A reader writes:
About a month ago, I wrote to you about a coworker of mine who would ask me questions and then turn around and ask another colleague the same exact question. After I wrote you, this coworker stopped with that weird habit, but now she’s rubbing me the wrong way for a different reason.
Like you, I’m a straightforward person and am very direct with people when necessary. For instance, when coworkers aren’t pulling their weight, I politely let them know that I could use their help completing X. I don’t make a big deal of it and I never say it in an unprofessional manner. Another time, I approached a manager in a different department after that manager berated me for a minor mistake that had no major implications. After letting some time pass to cool down, I calmly apologized for the mistake and let her know that I don’t respond well to people yelling at me and would appreciate it if she didn’t talk to me like that in the future.
Because of seeing things like this, this coworker thinks I’m the meanest person in the world, and she tells me this multiple times per day. Even if I’m asked to give an opinion about a new restaurant and give it a bad review, she’ll yell, “You’re so rude!” For some reason, this coworker associates directness and not sugarcoating things with being mean and rude.
I’m in no way mean or rude to anyone I encounter and she’s the only person who has ever said this to me. Since you seem to be pretty direct, have you ever encountered anything like this? I feel like if I were a man, she wouldn’t blink twice.
Wow. She sounds like the rude one. And I’d actually suggest a response along those lines, which I’ll get to in a minute.
But honestly, her behavior is bizarre. There are certainly plenty of people whose style is not to be so direct, and who do experience it as a little jarring or abrasive. But these people tend not to do things like yell, “You’re so rude!” with such little provocation, if at all. By definition, they tend to find that type of reaction over-the-top and … jarring and abrasive.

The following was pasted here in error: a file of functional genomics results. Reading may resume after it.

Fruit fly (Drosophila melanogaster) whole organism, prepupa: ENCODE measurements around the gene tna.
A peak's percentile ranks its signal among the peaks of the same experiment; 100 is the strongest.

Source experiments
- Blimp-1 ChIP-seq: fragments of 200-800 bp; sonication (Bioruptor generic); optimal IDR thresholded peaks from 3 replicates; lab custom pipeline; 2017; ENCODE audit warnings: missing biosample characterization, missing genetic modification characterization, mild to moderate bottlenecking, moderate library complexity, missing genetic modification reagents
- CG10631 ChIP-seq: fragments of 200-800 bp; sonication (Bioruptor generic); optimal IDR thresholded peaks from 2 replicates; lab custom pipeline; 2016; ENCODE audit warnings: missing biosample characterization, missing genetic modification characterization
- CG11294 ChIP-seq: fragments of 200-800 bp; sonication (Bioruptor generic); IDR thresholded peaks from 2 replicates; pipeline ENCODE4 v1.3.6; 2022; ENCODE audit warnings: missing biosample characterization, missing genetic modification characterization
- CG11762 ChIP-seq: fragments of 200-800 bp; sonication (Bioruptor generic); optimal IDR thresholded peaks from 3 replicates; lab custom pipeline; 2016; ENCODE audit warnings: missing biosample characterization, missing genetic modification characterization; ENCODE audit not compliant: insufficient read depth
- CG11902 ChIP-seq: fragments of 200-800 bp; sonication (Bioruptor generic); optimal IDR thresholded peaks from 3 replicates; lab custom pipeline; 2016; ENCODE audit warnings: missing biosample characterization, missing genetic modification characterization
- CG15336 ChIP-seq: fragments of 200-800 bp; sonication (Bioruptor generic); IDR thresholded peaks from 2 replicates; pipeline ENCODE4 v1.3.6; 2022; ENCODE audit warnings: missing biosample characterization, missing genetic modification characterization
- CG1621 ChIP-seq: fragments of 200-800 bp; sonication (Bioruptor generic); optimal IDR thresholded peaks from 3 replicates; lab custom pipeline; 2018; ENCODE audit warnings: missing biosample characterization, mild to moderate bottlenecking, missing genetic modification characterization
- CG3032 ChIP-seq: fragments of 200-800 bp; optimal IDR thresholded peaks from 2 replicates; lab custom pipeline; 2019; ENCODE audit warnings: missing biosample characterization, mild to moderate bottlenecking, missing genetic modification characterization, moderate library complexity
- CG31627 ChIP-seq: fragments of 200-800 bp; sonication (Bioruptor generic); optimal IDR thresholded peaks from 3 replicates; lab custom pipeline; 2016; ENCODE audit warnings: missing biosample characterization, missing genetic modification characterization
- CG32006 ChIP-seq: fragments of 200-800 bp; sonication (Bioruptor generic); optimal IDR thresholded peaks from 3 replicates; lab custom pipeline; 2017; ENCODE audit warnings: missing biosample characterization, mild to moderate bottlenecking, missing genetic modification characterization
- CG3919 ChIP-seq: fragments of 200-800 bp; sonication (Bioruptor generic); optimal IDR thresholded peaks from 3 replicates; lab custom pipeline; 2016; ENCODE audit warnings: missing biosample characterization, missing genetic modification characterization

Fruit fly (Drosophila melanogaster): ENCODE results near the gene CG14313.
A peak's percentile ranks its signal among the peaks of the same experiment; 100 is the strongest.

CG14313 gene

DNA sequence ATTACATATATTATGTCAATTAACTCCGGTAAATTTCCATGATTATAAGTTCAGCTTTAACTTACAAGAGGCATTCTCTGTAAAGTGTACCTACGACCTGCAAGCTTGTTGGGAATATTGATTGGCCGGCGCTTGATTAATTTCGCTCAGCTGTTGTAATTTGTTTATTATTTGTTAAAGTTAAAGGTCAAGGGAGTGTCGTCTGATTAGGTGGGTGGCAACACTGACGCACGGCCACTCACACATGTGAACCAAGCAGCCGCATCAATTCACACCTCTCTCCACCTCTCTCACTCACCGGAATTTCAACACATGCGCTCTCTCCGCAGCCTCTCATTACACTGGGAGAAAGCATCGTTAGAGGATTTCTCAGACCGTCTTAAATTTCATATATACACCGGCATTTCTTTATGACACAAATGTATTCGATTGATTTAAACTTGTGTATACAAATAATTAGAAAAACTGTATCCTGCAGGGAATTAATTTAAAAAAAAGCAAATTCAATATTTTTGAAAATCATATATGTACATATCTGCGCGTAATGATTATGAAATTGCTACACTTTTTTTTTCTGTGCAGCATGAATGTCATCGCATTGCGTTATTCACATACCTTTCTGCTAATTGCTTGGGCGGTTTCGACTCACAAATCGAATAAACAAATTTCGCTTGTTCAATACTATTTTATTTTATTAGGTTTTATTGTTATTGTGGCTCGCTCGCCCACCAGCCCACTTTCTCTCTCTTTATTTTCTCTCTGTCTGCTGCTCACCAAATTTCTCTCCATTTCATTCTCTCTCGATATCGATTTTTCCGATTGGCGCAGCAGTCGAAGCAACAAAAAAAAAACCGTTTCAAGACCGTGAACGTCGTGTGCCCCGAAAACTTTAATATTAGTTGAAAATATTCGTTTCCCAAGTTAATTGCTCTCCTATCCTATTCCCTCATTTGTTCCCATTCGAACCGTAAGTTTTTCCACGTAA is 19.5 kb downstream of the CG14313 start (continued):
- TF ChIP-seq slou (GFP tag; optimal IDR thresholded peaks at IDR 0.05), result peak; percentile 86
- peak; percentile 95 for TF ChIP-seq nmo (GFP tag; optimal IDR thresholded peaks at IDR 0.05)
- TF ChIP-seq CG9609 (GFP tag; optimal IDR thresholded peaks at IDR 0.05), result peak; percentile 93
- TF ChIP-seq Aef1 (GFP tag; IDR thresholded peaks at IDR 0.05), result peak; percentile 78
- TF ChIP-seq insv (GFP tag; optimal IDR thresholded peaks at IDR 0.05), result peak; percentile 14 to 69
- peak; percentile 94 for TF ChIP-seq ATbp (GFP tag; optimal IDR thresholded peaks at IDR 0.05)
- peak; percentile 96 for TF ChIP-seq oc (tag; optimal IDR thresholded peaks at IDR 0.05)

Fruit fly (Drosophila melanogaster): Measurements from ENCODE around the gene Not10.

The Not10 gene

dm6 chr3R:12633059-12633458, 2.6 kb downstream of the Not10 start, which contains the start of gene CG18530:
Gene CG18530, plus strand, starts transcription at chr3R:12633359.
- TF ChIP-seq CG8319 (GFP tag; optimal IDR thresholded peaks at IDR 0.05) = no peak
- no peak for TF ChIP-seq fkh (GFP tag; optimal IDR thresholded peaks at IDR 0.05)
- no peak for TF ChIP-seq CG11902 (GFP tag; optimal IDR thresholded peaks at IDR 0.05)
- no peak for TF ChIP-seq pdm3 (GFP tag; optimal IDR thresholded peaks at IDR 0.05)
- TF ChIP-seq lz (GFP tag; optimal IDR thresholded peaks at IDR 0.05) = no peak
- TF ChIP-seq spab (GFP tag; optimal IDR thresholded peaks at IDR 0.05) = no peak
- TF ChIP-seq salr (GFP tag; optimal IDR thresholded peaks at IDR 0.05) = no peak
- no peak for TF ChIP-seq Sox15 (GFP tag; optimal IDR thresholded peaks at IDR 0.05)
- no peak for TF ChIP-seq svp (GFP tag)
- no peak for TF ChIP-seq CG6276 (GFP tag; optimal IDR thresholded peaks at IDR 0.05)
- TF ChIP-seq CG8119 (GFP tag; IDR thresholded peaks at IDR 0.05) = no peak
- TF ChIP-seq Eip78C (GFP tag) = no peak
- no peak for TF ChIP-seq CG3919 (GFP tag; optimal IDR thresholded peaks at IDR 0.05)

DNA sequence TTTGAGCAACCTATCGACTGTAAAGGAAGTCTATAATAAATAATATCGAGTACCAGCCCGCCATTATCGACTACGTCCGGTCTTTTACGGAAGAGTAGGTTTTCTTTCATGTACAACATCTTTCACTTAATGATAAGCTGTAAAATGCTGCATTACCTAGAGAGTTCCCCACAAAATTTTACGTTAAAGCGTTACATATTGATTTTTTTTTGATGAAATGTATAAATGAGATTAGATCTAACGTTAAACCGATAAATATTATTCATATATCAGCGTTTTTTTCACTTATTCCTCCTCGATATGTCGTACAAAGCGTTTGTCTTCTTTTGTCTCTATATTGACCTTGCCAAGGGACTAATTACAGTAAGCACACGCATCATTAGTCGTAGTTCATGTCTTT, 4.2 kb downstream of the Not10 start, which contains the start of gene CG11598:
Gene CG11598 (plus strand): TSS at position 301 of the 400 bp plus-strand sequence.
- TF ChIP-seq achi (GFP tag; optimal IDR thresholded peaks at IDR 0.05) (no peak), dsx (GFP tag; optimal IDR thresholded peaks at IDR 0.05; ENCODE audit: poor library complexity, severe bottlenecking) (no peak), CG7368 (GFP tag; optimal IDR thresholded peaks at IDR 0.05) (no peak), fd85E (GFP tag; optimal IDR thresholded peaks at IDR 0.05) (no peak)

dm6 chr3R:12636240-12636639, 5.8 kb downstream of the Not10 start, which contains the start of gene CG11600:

So I don’t know what’s up with her, but she doesn’t sound like your typical I-prefer-diplomacy-to-directness type.
In any case … The next time she makes one of these comments to you, reply calmly, “Jane, your telling me unsolicited that you think I’m rude simply because we have different communication styles is what I find rude. Please stop commenting about this sort of thing.”
And if she keeps it up after that, say, “Jane, I’ve asked you clearly to stop calling me mean and rude. Please stop speaking to me that way.” Repeat as necessary.
The key, though, is that you need to say this utterly calmly, not heatedly. You don’t want to get into a pissing match with her about who’s ruder; you just want to tell her to stop the behavior … and you want to do so in a way that’s unimpeachable to anyone who might overhear it. So, calm, polite, and matter of fact.
And from here on out, consider her some sort of odd creature who you may observe with anthropological interest but should not get too close to, as she is bitey.